Care Home Residents Denied GP Medical Services? (BBC News)

Summary

The English Community Care Association, a group representing the owners of care homes, says possibly one-third of residents might not receive the full range of GP services to which they are entitled.

Doctors may refuse to visit elderly care home residents, offering a diagnosis over the phone instead (which care home managers claim is unsatisfactory or dangerous). Sometimes homeowners have to pay for enhanced services from GPs, costing thousands of pounds a year. Such “enhanced” services – such as out-of-hours cover – would normally be considered as entitlements provided by the NHS as part of the standard service available to all citizens.

In some areas, people living in care homes do not receive the same services available to people living in the community. Care home owners also complain of sometimes not getting access to many of the support services around primary care, such as physiotherapy and speech and language therapy, which can be important for people who have had strokes, for example.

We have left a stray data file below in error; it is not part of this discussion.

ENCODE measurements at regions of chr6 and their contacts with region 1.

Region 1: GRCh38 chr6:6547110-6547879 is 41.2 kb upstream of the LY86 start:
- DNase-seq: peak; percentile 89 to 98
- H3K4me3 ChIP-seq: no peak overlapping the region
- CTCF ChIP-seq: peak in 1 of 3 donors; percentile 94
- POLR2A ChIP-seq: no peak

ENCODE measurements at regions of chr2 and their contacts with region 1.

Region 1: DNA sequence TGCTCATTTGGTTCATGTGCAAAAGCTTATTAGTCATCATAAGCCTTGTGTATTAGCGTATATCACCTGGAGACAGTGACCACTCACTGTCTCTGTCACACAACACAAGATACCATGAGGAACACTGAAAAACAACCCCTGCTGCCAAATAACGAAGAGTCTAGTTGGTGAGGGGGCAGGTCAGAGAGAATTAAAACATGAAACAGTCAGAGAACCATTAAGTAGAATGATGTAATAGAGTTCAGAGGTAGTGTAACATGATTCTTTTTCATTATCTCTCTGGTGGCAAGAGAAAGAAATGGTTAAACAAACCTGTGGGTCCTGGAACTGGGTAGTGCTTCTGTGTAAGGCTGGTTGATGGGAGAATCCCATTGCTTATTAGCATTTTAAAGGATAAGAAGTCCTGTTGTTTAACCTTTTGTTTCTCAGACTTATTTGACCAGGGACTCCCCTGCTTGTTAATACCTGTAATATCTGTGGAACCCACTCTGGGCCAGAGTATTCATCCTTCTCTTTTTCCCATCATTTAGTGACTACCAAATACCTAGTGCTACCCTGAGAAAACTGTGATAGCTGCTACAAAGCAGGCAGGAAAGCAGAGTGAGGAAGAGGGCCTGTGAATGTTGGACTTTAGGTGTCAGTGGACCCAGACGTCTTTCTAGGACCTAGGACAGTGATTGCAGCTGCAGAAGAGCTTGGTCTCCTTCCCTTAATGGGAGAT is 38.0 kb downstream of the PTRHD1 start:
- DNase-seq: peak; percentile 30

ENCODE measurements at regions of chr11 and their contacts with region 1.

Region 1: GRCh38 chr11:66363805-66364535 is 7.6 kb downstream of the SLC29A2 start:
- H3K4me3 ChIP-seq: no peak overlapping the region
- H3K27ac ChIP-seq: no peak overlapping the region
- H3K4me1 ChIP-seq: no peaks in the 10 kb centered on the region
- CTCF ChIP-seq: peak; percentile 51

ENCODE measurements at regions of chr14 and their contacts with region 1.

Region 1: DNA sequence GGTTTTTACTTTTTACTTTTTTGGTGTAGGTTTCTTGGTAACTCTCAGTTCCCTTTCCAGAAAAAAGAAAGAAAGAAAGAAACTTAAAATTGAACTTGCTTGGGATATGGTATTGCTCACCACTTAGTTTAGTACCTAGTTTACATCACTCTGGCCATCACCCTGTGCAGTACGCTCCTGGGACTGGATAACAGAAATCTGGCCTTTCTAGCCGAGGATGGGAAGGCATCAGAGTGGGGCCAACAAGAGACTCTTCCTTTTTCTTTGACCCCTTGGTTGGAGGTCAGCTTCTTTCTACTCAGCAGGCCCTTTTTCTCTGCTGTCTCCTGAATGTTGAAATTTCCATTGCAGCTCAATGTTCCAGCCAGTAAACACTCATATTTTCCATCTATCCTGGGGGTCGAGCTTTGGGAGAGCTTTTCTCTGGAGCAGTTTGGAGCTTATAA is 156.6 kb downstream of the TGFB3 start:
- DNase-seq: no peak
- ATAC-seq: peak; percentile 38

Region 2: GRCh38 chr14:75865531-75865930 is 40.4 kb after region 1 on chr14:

The recent Care Quality Commission (CQC) report found vulnerable people in care homes sometimes fail to get access to GPs and routine medicines. Only staff at 38% of homes get regular visits from GPs, with one in 10 care homes have to pay GPs to get them to visit their residents.

Read more: BBC News: Care home residents ‘denied basic GP medical services’.

Reference

Goldberg, A. (2012). Care home residents ‘denied basic GP medical services’. London: BBC News, March 11th 2012.

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About Dementia and Elderly Care News

Dementia and Elderly Care News. Wolverhampton Medical Institute: WMI. (jh)
This entry was posted in BBC News, Community Care, CQC: Care Quality Commission, For Social Workers (mostly), In the News, National, NHS, Proposed for Next Newsletter, Quick Insights, Standards, UK, Universal Interest and tagged , , , , , , , . Bookmark the permalink.

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